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Shakespeare
used in Preface to Lyrical Ballads

4 uses
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Definition
English dramatist and poet frequently cited as the greatest writer in the English language and who wrote such works as Romeo and Juliet and Hamlet (1564-1616)
  • The invaluable works of our elder writers, I had almost said the works of Shakespeare and Milton, are driven into neglect by frantic novels, sickly and stupid German Tragedies, and deluges of idle and extravagant stories in verse.
  • This exponent or symbol held forth by metrical language must in different eras of literature have excited very different expectations: for example, in the age of Catullus, Terence, and Lucretius and that of Statius or Claudian; and in our own country, in the age of Shakespeare and Beaumont and Fletcher, and that of Donne and Cowley, or Dryden, or Pope.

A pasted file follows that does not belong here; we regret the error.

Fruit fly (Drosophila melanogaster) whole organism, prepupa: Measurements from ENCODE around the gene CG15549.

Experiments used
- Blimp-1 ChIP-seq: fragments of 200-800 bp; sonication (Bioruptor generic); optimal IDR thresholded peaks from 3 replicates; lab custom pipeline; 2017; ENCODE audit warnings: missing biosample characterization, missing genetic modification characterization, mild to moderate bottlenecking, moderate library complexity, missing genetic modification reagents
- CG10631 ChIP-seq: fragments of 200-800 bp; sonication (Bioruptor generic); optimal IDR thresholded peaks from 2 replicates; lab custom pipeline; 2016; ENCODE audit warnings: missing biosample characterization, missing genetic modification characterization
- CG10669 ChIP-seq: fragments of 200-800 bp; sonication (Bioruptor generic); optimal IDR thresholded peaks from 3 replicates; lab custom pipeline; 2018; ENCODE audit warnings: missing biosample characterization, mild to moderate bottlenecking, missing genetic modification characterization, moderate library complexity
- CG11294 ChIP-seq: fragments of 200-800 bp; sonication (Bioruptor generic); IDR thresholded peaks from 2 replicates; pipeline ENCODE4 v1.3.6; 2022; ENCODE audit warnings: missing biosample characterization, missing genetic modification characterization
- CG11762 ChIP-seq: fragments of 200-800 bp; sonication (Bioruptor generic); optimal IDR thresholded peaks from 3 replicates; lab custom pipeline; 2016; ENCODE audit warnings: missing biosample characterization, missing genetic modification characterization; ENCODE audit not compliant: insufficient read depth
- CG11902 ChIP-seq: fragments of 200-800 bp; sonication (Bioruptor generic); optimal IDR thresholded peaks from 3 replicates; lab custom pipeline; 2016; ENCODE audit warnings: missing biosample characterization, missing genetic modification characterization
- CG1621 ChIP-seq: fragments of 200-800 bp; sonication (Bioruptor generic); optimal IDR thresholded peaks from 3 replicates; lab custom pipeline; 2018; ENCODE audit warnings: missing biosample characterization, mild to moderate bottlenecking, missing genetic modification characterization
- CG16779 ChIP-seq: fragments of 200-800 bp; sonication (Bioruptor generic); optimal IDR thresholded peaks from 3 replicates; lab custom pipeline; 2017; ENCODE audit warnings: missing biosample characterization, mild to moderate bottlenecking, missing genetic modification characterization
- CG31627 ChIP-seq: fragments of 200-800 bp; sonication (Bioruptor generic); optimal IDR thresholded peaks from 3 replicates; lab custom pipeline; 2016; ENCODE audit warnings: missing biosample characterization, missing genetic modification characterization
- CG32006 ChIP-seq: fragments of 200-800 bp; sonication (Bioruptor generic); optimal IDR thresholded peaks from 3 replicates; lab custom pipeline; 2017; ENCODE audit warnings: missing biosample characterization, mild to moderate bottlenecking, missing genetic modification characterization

• Emphatically may it be said of the Poet, as Shakespeare hath said of man, "that he looks before and after."
  • While Shakespeare's writings, in the most pathetic scenes, never act upon us as pathetic beyond the bounds of pleasure an effect which, in a much greater degree than might at first be imagined, is to be ascribed to small, but continual and regular impulses of pleasurable surprise from the metrical arrangement.

There are no more uses of "Shakespeare" in Preface to Lyrical Ballads.

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